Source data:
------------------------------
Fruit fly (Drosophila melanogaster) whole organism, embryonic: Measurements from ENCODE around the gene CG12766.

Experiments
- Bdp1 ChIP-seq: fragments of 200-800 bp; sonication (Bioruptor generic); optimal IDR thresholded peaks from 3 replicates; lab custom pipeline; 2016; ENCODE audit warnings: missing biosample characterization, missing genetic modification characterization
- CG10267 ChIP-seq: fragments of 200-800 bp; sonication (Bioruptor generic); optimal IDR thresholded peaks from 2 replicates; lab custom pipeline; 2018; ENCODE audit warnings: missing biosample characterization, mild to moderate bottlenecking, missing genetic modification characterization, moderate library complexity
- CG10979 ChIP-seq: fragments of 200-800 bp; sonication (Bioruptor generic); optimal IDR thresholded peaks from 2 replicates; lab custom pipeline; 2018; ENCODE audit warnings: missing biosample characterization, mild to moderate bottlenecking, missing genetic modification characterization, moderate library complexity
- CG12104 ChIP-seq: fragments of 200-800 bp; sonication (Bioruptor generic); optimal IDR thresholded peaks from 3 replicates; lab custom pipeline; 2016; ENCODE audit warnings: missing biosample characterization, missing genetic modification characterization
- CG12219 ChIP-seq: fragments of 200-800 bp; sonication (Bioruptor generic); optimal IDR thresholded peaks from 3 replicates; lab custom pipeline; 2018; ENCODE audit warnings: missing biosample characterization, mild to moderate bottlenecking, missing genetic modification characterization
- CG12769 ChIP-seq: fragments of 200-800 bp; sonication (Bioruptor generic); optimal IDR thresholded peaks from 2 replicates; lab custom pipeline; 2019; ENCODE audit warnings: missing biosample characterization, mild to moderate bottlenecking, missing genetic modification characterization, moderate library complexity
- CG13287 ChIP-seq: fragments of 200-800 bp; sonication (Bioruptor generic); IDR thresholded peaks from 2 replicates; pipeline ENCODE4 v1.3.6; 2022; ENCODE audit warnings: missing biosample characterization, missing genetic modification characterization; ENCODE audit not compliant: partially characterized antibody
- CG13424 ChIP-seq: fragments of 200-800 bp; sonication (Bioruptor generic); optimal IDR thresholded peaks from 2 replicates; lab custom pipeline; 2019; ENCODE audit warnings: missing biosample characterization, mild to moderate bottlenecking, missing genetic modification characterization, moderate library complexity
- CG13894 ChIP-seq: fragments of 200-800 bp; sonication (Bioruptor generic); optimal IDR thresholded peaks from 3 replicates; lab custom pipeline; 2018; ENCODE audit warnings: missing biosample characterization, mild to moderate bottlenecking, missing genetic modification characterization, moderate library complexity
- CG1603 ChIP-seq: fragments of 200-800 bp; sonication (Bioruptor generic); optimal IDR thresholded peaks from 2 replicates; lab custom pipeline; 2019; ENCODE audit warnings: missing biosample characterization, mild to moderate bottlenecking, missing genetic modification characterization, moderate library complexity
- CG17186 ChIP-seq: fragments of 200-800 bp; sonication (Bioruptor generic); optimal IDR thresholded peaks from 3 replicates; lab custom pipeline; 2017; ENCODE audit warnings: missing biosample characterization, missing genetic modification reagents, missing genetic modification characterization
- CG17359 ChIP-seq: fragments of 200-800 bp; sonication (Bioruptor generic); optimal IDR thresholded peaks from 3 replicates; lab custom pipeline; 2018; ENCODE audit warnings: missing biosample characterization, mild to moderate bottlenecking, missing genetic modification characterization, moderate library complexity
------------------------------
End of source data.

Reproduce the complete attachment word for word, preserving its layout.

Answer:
Fruit fly (Drosophila melanogaster) whole organism, embryonic: Measurements from ENCODE around the gene CG12766.

Experiments
- Bdp1 ChIP-seq: fragments of 200-800 bp; sonication (Bioruptor generic); optimal IDR thresholded peaks from 3 replicates; lab custom pipeline; 2016; ENCODE audit warnings: missing biosample characterization, missing genetic modification characterization
- CG10267 ChIP-seq: fragments of 200-800 bp; sonication (Bioruptor generic); optimal IDR thresholded peaks from 2 replicates; lab custom pipeline; 2018; ENCODE audit warnings: missing biosample characterization, mild to moderate bottlenecking, missing genetic modification characterization, moderate library complexity
- CG10979 ChIP-seq: fragments of 200-800 bp; sonication (Bioruptor generic); optimal IDR thresholded peaks from 2 replicates; lab custom pipeline; 2018; ENCODE audit warnings: missing biosample characterization, mild to moderate bottlenecking, missing genetic modification characterization, moderate library complexity
- CG12104 ChIP-seq: fragments of 200-800 bp; sonication (Bioruptor generic); optimal IDR thresholded peaks from 3 replicates; lab custom pipeline; 2016; ENCODE audit warnings: missing biosample characterization, missing genetic modification characterization
- CG12219 ChIP-seq: fragments of 200-800 bp; sonication (Bioruptor generic); optimal IDR thresholded peaks from 3 replicates; lab custom pipeline; 2018; ENCODE audit warnings: missing biosample characterization, mild to moderate bottlenecking, missing genetic modification characterization
- CG12769 ChIP-seq: fragments of 200-800 bp; sonication (Bioruptor generic); optimal IDR thresholded peaks from 2 replicates; lab custom pipeline; 2019; ENCODE audit warnings: missing biosample characterization, mild to moderate bottlenecking, missing genetic modification characterization, moderate library complexity
- CG13287 ChIP-seq: fragments of 200-800 bp; sonication (Bioruptor generic); IDR thresholded peaks from 2 replicates; pipeline ENCODE4 v1.3.6; 2022; ENCODE audit warnings: missing biosample characterization, missing genetic modification characterization; ENCODE audit not compliant: partially characterized antibody
- CG13424 ChIP-seq: fragments of 200-800 bp; sonication (Bioruptor generic); optimal IDR thresholded peaks from 2 replicates; lab custom pipeline; 2019; ENCODE audit warnings: missing biosample characterization, mild to moderate bottlenecking, missing genetic modification characterization, moderate library complexity
- CG13894 ChIP-seq: fragments of 200-800 bp; sonication (Bioruptor generic); optimal IDR thresholded peaks from 3 replicates; lab custom pipeline; 2018; ENCODE audit warnings: missing biosample characterization, mild to moderate bottlenecking, missing genetic modification characterization, moderate library complexity
- CG1603 ChIP-seq: fragments of 200-800 bp; sonication (Bioruptor generic); optimal IDR thresholded peaks from 2 replicates; lab custom pipeline; 2019; ENCODE audit warnings: missing biosample characterization, mild to moderate bottlenecking, missing genetic modification characterization, moderate library complexity
- CG17186 ChIP-seq: fragments of 200-800 bp; sonication (Bioruptor generic); optimal IDR thresholded peaks from 3 replicates; lab custom pipeline; 2017; ENCODE audit warnings: missing biosample characterization, missing genetic modification reagents, missing genetic modification characterization
- CG17359 ChIP-seq: fragments of 200-800 bp; sonication (Bioruptor generic); optimal IDR thresholded peaks from 3 replicates; lab custom pipeline; 2018; ENCODE audit warnings: missing biosample characterization, mild to moderate bottlenecking, missing genetic modification characterization, moderate library complexity